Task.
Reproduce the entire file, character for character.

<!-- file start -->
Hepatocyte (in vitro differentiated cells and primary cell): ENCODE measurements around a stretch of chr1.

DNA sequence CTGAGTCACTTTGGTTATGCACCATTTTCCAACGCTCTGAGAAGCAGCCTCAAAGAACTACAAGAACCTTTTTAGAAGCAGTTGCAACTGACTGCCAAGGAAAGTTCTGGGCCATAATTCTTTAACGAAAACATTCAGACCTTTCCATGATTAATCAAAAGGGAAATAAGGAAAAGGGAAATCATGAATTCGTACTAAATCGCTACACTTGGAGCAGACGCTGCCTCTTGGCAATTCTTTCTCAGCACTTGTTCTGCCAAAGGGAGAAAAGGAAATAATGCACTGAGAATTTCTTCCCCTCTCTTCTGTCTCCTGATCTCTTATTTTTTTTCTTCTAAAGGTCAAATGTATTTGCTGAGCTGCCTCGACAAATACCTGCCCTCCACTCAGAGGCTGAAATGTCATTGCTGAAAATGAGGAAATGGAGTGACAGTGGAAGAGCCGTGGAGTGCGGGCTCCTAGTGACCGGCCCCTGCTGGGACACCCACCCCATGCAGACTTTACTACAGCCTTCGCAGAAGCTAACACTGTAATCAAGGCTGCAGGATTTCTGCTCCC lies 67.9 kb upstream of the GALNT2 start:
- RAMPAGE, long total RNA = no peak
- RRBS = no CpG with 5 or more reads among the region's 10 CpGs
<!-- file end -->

Hepatocyte (in vitro differentiated cells and primary cell): ENCODE measurements around a stretch of chr1.

DNA sequence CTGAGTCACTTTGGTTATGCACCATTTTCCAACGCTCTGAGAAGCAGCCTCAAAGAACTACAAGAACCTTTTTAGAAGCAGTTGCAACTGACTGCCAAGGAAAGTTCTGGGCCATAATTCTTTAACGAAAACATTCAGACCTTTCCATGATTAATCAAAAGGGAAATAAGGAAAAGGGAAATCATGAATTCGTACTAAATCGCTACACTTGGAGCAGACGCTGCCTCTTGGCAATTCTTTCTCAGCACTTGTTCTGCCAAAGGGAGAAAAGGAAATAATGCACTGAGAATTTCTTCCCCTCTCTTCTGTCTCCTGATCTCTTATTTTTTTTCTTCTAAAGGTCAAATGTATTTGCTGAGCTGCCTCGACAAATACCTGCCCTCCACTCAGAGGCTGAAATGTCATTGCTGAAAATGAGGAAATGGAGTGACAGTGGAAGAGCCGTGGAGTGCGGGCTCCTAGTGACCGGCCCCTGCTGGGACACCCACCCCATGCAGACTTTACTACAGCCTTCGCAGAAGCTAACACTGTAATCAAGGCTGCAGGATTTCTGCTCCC lies 67.9 kb upstream of the GALNT2 start:
- RAMPAGE, long total RNA = no peak
- RRBS = no CpG with 5 or more reads among the region's 10 CpGs